close

The Qwillery | category: review

home

The Qwillery

A blog about books and other things speculative

qwillery.blogspot.com

Review - The Thousand Doors of January by Alix. E Harrow


A Thousand Doors of January
Author:  Alix E. Harrow
Publisher:  Redhook, September 10, 2019
Format:  Hardcover and eBook, 384 pages
List Price:  US$27.00 (print); US$ 9.99 (eBook)
ISBN:  9780316421997(print); 9780316421980 (eBook)

Review - The Thousand Doors of January by Alix. E Harrow
In the early 1900s, a young woman embarks on a fantastical journey of self-discovery after finding a mysterious book in this captivating and lyrical debut.

In a sprawling mansion filled with peculiar treasures, January Scaller is a curiosity herself. As the ward of the wealthy Mr. Locke, she feels little different from the artifacts that decorate the halls: carefully maintained, largely ignored, and utterly out of place.

Then she finds a strange book. A book that carries the scent of other worlds, and tells a tale of secret doors, of love, adventure and danger. Each page turn reveals impossible truths about the world and January discovers a story increasingly entwined with her own.

Lush and richly imagined, a tale of impossible journeys, unforgettable love, and the enduring power of stories awaits in Alix E. Harrow’s spellbinding debut–step inside and discover its magic.



Melanie's Thoughts

Living as the ward of the wealthy Mr. Locke, January Scaller is as much of a rare curiosity as the many rare treasures that fill his mansion. January spends much of her life alone and lonely with her father off searching for new treasures for Mr. Locke and the New England Archaeological Society. When she finds a strange book that tells a story of mysterious doors that lead to dangerous and exotic places her life starts to change with every turn of the page.

I absolutely love The Thousand Doors of January. I was really very pleasantly surprised to discover that this was a debut novel. Harrow has crafted an excellent story within a story that carefully unfolds as January reads the book - The Ten Thousand Doors. It took me a while to realise what was happening and how the story is interwoven with January's life. I don't want to say too much and ruin the surprise.

In my opinion Harrow mastered the three essential components of a good book - characterisation, setting, and plot. I found January completely believable as the lonely young girl who wanders the halls of Locke's mansion desperate for her father's attention. Despite having a companion and a pet January is very much on her own and even more so when her father fails to return from one of his missions abroad. This 'aloneness' and loneliness is a prevalent theme throughout. Harrow uses multiple settings for her story - everywhere from a luxurious mansion, to a desolate farm in the midwest to a multitude of exotic and dangerous 'other' worlds. Harrow writing is descriptive enough that you can feel the hot wind on your cheek or smell the perfumed air yet she does this without being verbose. Now about the plot. As I mentioned earlier there is a story within a story and this is the same with the plot. There are two main dimensions to the plot - one is a love story or the search for love and the other is about overcoming the odds. I know this sounds very vague but I don't want to accidentally give anything away by describing too much of what happens.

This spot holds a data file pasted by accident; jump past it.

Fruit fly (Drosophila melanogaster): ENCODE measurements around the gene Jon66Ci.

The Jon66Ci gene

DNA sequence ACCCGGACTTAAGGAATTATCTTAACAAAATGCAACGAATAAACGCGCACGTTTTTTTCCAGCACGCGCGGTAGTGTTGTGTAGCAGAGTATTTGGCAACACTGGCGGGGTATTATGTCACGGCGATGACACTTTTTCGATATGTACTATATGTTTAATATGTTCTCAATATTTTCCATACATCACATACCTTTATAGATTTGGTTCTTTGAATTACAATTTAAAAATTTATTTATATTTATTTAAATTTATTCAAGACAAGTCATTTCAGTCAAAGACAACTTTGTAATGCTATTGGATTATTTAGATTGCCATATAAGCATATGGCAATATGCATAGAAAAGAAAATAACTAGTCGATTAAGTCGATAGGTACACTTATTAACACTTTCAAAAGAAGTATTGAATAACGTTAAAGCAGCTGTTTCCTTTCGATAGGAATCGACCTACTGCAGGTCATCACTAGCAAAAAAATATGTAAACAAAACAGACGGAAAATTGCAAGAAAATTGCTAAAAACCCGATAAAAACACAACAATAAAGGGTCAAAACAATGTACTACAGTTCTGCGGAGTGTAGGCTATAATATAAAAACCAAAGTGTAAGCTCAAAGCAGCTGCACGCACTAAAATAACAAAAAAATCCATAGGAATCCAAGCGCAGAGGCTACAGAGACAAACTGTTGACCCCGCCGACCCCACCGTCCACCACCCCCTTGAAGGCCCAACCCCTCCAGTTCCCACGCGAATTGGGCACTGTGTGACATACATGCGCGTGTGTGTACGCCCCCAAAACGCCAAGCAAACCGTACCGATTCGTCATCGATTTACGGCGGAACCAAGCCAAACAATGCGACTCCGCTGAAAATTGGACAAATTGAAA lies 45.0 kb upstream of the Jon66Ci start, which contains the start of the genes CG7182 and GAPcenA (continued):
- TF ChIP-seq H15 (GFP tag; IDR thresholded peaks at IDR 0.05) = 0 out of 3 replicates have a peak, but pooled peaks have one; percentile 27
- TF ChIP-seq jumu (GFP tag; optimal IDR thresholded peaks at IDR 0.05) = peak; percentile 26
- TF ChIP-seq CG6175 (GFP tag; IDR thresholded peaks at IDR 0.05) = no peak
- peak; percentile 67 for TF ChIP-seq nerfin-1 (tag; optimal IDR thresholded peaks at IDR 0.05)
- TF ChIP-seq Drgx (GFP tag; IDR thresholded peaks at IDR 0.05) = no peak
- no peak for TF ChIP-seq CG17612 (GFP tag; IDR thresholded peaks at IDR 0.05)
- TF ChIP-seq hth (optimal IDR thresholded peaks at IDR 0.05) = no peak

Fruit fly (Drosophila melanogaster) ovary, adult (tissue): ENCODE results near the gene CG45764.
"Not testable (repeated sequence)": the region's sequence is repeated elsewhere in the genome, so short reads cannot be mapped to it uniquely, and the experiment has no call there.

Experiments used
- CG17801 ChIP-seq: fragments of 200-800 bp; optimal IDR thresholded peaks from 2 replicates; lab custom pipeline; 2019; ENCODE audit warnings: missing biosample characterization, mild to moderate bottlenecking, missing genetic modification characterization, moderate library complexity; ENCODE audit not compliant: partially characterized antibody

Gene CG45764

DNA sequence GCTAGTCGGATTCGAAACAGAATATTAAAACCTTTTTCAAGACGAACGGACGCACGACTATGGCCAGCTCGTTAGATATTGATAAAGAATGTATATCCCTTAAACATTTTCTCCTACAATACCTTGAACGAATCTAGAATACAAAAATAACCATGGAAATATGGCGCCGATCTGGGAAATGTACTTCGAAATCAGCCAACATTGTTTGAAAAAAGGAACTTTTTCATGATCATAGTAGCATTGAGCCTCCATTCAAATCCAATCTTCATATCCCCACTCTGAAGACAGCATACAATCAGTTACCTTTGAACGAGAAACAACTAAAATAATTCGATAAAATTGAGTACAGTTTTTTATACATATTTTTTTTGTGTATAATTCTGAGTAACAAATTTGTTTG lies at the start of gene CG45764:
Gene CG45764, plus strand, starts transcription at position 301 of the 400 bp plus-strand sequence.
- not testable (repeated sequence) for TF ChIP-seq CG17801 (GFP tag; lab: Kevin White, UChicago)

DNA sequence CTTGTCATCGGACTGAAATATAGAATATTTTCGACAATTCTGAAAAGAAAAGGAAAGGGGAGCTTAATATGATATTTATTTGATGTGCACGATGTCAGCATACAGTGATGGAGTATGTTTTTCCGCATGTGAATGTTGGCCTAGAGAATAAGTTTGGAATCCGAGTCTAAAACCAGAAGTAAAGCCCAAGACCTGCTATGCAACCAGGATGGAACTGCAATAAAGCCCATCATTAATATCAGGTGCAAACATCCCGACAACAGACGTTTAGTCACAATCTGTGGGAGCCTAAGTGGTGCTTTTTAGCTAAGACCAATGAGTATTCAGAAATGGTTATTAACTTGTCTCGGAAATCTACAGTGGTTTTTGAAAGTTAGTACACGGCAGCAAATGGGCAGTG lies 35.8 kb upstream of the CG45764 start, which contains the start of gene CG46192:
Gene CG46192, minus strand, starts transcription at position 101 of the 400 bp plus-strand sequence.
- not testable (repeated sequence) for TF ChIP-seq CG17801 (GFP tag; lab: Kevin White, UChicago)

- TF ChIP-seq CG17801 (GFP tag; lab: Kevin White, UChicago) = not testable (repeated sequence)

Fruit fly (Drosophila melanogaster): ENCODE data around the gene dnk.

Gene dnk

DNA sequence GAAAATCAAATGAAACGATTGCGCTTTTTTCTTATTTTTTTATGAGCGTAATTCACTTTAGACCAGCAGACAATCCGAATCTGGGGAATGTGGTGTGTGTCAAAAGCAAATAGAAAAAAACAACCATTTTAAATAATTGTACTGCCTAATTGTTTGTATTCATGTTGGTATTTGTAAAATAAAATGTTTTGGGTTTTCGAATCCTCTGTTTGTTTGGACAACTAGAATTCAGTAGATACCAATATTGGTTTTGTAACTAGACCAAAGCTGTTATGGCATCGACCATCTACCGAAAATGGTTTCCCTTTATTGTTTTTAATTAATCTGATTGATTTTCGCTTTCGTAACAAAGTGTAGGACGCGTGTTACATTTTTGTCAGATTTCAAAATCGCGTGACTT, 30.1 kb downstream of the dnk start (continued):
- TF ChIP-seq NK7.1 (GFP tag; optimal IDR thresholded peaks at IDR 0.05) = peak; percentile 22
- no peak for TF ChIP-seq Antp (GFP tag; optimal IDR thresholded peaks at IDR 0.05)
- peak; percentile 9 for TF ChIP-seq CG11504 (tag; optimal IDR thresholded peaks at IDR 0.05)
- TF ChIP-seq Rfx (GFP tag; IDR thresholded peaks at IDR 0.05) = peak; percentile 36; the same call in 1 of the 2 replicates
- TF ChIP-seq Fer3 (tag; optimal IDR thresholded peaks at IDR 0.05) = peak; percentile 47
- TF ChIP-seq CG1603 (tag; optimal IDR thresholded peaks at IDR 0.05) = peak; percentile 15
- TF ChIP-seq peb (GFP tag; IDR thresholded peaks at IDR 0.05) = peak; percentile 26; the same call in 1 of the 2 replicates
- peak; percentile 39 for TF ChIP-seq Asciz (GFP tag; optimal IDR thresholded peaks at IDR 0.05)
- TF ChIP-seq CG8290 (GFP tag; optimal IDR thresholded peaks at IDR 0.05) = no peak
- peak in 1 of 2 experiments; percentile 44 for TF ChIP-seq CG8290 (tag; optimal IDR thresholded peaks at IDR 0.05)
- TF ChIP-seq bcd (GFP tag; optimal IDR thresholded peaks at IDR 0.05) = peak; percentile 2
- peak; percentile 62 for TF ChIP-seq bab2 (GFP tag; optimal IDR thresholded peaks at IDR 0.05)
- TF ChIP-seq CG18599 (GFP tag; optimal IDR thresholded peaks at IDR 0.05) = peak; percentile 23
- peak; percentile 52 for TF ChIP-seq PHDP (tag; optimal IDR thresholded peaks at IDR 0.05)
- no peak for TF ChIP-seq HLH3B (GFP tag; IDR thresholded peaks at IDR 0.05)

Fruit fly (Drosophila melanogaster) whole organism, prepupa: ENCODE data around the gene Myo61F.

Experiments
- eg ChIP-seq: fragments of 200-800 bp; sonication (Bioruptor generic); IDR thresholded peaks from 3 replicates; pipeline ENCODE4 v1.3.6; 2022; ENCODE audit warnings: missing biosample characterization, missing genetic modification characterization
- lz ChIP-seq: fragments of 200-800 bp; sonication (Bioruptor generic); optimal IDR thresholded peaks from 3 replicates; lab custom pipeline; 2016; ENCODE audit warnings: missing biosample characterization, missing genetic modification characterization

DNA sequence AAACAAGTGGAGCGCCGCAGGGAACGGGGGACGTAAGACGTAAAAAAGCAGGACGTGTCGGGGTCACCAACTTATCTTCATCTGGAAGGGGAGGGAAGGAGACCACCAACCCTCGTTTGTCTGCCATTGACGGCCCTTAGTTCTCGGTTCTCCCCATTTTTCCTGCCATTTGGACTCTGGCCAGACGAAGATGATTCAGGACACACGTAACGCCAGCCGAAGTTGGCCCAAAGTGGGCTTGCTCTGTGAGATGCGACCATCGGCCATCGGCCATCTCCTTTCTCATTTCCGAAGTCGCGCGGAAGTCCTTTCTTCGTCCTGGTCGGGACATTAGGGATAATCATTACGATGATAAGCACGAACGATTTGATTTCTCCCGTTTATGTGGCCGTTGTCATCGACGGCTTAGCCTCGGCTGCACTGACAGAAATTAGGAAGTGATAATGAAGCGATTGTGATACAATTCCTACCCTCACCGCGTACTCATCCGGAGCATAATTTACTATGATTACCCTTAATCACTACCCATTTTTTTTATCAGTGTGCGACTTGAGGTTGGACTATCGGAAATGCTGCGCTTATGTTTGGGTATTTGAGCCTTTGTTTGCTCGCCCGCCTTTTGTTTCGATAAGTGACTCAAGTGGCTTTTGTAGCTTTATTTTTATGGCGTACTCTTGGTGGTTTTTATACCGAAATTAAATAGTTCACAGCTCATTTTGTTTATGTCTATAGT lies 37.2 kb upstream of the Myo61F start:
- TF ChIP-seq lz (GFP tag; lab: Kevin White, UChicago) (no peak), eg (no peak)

The Thousand Doors of January is a great book that had me gripped from page 1 all the way to the end. It has easily made it into my top 5 books of the year....and the year isn't over yet. I am also pretty sure that it will make it into my top 20 fave books ever! All these accolades and Harrow is new author. Imagine what is going to come next for Harrow! I can hardly wait.

Review: The Wolf's Call by Anthony Ryan


The Wolf's Call
Author:  Anthony Ryan
Series:  A Raven's Blade Novel 1
Publisher:  Ace, July 23, 2019
Format:  Hardcover and eBook, 432 pages
List Price:  US$28.00 (print); US$14.99 (eBook)
ISBN:  9780451492517 (print); 9780451492531 (eBook)

Review: The Wolf's Call by Anthony Ryan
VAELIN AL SORNA RETURNS

Anthony Ryan’s debut novel Blood Song—the first book of the Raven’s Shadow series—took the fantasy world by storm. Now, he continues that saga with The Wolf’s Call, which begins a thrilling new story of razor-sharp action and epic adventure.


Peace never lasts.

Vaelin Al Sorna is a living legend, his name known across the Realm. It was his leadership that overthrew empires, his blade that won hard-fought battles – and his sacrifice that defeated an evil more terrifying than anything the world had ever seen. He won titles aplenty, only to cast aside his earned glory for a quiet life in the Realm’s northern reaches.

Yet whispers have come from across the sea – rumours of an army called the Steel Horde, led by a man who believes himself a god. Vaelin has no wish to fight another war, but when he learns that Sherin, the woman he lost long ago, has fallen into the Horde’s grasp, he resolves to confront this powerful new threat.

To this end, Vaelin travels to the realms of the Merchant Kings, a land ruled by honor and intrigue. There, as the drums of war thunder across kingdoms riven by conflict, Vaelin learns a terrible truth: that there are some battles that even he may not be strong enough to win.



Tracey's Review